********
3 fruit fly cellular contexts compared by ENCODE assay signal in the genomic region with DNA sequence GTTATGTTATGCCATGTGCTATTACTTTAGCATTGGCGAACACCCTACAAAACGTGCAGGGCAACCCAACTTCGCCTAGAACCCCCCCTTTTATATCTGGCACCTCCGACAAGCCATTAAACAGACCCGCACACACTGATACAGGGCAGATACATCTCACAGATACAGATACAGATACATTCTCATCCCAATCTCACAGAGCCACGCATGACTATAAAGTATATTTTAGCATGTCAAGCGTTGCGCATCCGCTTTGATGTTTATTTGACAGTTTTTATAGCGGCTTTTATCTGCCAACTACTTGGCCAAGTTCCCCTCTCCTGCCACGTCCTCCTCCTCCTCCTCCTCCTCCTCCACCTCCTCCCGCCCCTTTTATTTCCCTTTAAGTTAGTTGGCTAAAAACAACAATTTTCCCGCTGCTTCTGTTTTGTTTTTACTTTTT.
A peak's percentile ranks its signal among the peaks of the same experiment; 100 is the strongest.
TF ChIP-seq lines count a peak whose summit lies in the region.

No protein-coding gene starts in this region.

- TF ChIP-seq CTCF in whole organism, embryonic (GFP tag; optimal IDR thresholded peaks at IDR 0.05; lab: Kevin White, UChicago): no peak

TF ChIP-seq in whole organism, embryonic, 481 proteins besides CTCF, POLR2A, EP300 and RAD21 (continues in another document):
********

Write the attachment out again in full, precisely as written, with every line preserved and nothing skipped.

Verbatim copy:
3 fruit fly cellular contexts compared by ENCODE assay signal in the genomic region with DNA sequence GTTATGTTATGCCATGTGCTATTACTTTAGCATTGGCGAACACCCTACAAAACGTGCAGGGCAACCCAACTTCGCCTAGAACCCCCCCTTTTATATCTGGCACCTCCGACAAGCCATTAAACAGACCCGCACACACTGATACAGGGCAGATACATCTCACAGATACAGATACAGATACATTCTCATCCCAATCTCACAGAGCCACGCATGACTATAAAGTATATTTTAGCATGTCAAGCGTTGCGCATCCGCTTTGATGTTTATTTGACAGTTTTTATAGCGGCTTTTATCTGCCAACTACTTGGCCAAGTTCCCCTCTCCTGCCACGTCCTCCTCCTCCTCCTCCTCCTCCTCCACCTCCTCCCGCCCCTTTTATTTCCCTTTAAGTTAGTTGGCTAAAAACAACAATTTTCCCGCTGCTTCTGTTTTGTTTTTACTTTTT.
A peak's percentile ranks its signal among the peaks of the same experiment; 100 is the strongest.
TF ChIP-seq lines count a peak whose summit lies in the region.

No protein-coding gene starts in this region.

- TF ChIP-seq CTCF in whole organism, embryonic (GFP tag; optimal IDR thresholded peaks at IDR 0.05; lab: Kevin White, UChicago): no peak

TF ChIP-seq in whole organism, embryonic, 481 proteins besides CTCF, POLR2A, EP300 and RAD21 (continues in another document):